Joint press release with the Federal Ministry for Environment, Nature Conservation and Nuclear Safety

Röttgen: Greenhouse gas reduction efforts a great success

Emissions down by 25 percent over 1990 levels

Germany continued to meet its Kyoto Protocol commitments during the 2010 economic recovery period. Based on the 1990 index year, Germany’s greenhouse gas emissions had sunk by nearly 25 percent in 2010. Some 295 million tonnes CO2 less were emitted in 2010 than in 1990. “Germany’s success in climate protection is exemplary on both international and European scale. We have demonstrated that economic growth and climate protection can go hand in hand. We hope to continue in this way and achieve a 40-percent reduction by 2020. We are almost two-thirds of the way there, and we see that our climate protection policy has provided strong incentive for economic growth, innovation and employment“, said Federal Minister for Environment Dr. Norbert Röttgen.


Detailed information for 2010 comes from the 2012 National Inventory Report drawn up by the Federal Environment Agency (UBA) and co-published by the Federal Ministry for Environment and the Federal Environment Agency. Germany’s commitment to the Kyoto Protocol is to bring its greenhouse emissions in 2008-2012 down to 21 percent below 1990 levels. In comparison to the 2009 crisis year when emissions rose again slightly by 2.7 percent owing to economic recovery, 2010 emissions nevertheless remained about 4 percent below those of the previous crisis year 2008.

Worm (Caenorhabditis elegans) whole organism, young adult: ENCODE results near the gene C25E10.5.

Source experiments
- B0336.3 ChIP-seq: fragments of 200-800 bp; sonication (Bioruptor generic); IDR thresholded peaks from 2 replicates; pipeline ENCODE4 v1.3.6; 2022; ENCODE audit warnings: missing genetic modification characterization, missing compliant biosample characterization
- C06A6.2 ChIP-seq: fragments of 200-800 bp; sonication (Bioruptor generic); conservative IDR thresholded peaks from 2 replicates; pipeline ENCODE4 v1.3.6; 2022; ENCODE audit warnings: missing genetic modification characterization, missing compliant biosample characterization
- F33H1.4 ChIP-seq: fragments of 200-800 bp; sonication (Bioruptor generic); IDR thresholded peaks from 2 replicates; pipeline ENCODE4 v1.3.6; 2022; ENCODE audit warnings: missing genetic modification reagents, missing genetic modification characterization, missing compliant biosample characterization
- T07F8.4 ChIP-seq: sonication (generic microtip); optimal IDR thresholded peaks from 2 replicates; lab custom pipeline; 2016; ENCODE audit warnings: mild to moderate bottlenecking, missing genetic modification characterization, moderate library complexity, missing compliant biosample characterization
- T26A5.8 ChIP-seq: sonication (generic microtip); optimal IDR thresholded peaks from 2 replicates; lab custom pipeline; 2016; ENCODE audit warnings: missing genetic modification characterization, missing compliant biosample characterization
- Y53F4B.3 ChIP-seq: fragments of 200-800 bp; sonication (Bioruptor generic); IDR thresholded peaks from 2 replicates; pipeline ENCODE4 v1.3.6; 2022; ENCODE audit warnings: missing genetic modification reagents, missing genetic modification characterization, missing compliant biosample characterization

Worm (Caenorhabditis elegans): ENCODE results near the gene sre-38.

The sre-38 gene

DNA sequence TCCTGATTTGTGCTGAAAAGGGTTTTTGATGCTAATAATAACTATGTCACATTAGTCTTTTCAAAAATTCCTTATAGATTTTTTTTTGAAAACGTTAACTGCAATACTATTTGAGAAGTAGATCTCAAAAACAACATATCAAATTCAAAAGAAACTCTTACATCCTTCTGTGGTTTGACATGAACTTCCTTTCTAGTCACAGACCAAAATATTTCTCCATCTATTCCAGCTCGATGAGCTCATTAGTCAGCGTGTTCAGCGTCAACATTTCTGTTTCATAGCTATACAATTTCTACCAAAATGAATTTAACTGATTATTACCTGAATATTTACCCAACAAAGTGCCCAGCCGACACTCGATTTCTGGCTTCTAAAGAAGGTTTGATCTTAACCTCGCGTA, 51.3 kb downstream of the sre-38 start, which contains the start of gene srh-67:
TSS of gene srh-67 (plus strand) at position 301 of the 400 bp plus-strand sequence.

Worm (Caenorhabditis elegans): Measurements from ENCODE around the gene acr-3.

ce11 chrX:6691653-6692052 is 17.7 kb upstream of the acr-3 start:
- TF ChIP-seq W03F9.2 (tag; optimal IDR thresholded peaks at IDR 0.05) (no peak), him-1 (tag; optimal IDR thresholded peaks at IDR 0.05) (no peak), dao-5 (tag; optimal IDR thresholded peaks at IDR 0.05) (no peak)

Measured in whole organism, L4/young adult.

Emissions of carbon dioxide in 2010, with a share of 87.4 percent, were the main source of all greenhouse gas emissions, the majority of which can be traced to the combustion of fossil fuels whose consumption rose slightly as the economy recovered. In contrast, there was an above average decline in other greenhouse gases.

President Jochen Flasbarth of the Federal Environment Agency said, “Germany has demonstrated that Kyoto targets can be met. I am certain that we can continue to cut greenhouse gases if we make efforts to increase energy efficiency and promote renewable energies.“


Umweltbundesamt Hauptsitz

Wörlitzer Platz 1
06844 Dessau-Roßlau

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